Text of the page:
The 300-year-old Rainbow Bridge contains a variety of craft shops and jewellery sellers much like Florence’s larger Ponte Vechhio (built 1345).
Fenghuang attracts 10m visitors each year. Given that annual figure we were amazed to see so westerners and so we were again asked to act as extras in many a selfie. Trouble is, this snowballs as yet others mistakenly think you must be somebody to be visiting this place and then they want a photo too. This ended in some large group shots!
After the natural beauty of Hunan province, our next stop was the mega city of Shanghai.
John’s expectations of China are shaped by his previous studies of its economy but, also his exposure to many old photographs of pre-communist (i.e. pre-1949) Shanghai. So, he was super excited to see and photograph it for himself.
With a population of 25m Shanghai is China’s biggest city and a global financial centre. Commerce is quite obviously the focus of Shanghai’s existence with banks, corporate HQs and shopping malls everywhere on both sides of the Huangpu River.
The waterfront Bund district has many colonial buildings that up to the 1930s were the city’s financial centre (when it was Asia’s main financial centre). The Bund waterfront is surprisingly similar to the Liverpool waterfront – a common comparison – and is part of why the two city’s are twinned. However, the financial district is now across the Huangpu river at Pudong (below).
Our time in Shanghai can be summed up in one word – Rain! Not quite continuous but, breaks in the downpour were few and short-lived. The rain forced us to spend more time than usual inside shopping malls. Not natural born shoppers, our total spend was 20 Yuan (about £2.20) on two pairs of socks.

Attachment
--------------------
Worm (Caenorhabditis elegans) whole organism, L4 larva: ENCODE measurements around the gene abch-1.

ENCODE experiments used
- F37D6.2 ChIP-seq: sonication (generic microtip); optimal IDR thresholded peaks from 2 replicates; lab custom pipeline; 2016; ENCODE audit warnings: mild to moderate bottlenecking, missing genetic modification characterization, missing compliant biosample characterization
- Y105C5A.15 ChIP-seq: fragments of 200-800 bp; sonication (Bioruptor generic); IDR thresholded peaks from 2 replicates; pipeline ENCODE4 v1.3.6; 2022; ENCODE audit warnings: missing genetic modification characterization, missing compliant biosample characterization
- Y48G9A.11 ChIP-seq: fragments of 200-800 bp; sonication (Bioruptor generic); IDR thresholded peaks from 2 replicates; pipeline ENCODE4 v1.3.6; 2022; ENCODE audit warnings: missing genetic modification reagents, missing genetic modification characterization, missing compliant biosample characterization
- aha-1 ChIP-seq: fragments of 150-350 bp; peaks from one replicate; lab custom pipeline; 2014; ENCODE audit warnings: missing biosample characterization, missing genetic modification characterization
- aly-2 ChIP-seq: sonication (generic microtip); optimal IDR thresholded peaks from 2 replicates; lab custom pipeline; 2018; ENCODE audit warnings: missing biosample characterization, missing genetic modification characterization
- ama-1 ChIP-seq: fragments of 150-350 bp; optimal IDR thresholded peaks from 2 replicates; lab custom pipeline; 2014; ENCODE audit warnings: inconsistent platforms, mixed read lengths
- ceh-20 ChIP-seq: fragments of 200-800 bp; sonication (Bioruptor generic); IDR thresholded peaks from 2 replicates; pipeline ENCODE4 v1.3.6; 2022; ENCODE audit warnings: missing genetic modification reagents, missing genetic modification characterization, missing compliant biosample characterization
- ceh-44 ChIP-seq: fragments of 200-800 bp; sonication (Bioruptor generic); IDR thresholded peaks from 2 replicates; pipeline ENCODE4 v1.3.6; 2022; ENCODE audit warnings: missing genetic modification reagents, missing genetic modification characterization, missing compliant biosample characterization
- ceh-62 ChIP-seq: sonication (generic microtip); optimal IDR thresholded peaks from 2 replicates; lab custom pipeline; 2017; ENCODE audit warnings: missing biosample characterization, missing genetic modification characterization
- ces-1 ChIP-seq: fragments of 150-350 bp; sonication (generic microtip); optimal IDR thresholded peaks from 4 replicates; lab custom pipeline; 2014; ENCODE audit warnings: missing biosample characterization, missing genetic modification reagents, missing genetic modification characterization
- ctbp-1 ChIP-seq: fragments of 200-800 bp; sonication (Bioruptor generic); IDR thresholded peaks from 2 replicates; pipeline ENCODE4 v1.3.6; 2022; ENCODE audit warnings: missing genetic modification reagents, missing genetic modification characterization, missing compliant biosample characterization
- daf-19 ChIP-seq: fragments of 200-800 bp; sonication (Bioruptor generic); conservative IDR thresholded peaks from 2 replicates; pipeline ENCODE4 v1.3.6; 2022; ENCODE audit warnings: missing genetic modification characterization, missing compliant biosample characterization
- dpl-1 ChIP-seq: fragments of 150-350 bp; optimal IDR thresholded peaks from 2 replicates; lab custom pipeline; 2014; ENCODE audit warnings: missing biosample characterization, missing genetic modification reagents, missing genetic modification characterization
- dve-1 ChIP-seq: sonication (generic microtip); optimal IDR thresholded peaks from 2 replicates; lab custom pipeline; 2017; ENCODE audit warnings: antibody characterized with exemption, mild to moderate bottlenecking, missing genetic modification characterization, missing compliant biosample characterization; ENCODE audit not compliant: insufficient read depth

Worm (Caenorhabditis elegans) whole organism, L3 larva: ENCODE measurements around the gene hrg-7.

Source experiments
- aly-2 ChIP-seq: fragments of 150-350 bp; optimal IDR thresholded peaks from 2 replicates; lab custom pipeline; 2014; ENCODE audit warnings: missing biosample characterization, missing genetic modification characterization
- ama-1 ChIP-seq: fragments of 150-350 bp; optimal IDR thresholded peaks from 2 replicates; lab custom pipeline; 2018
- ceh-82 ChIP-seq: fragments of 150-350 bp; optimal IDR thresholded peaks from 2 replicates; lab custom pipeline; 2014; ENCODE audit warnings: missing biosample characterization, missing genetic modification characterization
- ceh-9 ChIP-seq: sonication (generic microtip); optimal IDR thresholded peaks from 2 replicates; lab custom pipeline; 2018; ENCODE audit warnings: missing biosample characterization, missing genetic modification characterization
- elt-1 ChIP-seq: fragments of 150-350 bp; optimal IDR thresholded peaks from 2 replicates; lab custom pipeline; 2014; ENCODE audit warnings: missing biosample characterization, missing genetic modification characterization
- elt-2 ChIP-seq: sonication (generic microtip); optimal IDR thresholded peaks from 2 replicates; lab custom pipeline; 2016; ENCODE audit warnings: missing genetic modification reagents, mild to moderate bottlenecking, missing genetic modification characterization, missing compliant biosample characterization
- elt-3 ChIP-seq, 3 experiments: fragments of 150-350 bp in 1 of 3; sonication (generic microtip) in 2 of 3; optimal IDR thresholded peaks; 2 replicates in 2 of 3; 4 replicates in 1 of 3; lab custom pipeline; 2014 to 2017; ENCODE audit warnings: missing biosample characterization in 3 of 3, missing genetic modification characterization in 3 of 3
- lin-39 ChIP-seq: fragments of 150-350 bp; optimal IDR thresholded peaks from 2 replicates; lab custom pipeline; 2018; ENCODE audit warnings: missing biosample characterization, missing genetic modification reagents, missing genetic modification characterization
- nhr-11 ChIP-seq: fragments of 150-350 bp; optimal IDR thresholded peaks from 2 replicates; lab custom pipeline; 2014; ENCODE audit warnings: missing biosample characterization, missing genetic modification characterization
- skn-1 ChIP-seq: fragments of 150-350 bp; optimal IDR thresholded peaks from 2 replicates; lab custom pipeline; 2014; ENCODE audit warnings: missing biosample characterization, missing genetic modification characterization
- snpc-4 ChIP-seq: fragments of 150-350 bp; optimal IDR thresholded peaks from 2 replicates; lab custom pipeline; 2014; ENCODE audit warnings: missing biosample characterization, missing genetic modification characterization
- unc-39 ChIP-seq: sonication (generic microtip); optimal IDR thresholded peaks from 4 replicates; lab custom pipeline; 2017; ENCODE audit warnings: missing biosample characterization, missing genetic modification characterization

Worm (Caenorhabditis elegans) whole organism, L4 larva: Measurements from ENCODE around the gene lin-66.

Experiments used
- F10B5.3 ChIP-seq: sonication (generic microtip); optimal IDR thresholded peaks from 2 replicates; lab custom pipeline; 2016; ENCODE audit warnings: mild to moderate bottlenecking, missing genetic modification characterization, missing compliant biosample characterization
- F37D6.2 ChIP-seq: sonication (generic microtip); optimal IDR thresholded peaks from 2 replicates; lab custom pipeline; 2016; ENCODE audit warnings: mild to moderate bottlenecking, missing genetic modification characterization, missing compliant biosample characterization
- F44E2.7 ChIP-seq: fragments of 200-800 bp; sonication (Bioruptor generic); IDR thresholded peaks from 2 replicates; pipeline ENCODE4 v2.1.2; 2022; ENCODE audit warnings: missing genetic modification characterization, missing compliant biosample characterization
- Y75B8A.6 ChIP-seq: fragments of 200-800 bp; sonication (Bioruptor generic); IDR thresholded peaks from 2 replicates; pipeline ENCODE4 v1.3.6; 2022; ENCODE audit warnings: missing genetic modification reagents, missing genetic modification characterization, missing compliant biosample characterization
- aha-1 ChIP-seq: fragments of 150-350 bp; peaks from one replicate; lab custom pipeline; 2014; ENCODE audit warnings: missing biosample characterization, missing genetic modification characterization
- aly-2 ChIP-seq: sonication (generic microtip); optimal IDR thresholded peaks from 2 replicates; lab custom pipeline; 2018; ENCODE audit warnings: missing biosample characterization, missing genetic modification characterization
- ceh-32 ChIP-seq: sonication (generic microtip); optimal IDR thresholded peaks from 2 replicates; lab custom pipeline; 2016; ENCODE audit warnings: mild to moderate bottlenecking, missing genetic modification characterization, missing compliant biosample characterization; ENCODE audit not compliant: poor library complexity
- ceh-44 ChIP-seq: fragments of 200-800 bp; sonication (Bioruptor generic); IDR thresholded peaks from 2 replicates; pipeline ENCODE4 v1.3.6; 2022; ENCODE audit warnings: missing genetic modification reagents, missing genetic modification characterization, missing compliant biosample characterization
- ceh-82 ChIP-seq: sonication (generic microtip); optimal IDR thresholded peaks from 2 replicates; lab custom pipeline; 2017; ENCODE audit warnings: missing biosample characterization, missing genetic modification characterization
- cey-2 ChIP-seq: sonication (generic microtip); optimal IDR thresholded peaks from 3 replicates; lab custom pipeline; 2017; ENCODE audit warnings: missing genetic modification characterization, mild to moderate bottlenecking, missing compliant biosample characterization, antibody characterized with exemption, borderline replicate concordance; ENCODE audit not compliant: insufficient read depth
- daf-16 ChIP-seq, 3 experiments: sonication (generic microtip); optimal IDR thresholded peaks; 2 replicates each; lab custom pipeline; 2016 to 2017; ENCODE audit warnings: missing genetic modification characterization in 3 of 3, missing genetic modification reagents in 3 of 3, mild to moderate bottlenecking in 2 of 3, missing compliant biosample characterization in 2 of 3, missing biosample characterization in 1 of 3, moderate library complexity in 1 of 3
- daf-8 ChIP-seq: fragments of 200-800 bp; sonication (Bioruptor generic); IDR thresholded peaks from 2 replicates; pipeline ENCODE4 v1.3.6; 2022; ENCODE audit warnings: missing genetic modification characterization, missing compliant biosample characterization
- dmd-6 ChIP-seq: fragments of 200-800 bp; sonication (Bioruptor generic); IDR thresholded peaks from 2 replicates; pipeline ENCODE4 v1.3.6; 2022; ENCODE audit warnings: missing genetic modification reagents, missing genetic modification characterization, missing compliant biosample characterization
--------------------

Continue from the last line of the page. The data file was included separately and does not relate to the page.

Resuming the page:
In truth, we struggle for highlights from our time in Shanghai. Even our visit to what is billed as a preserved part of ‘old’ Shanghai, Yu Yuan Gardens, turned out to be something of a shopping district with many fake or reconstructed traditional style buildings. The crowds were enormous making it more like a cattle drive through many streets.
All the guide books say the number one attraction in China, and a ‘must see’, are the Terracotta Warriors at Xian. So, we boarded the overnight train for the 1400km journey westward. Unlike the rattling old trains in India, China has a modern well run railway and our ‘soft sleeper’ (yes they have ‘hard sleeper’ beds too) compartment was luxurious by comparison.
Arriving the next morning, we parked our luggage in the station store room at Xian we hopped the bus for the 50-minute trip to the site where the 6000 terracotta warriors were accidentally discovered by a farmer digging a well in 1974.
The warriors formed part of Emperor Qin’s burial site and date from 209BC. To date 1000 warriors have been excavated and three large sheds – think aircraft hangers – cover the three dig sites. The official signage and leaflets actually refer to shed 1, 2 and 3. Every figure has a unique head and a body constructed from mass produced armour sections.
The physical stature of the figures is larger than typical Chinese people and the armour unlike anything found elsewhere in China in that period. This has led to theories the design and construction of the figures was influenced by Western styles and perhaps supervised by a designer brought in from the West. Emperor Qin Shi Huang (259-210BC) was known to admire and collect Western art and craft objects.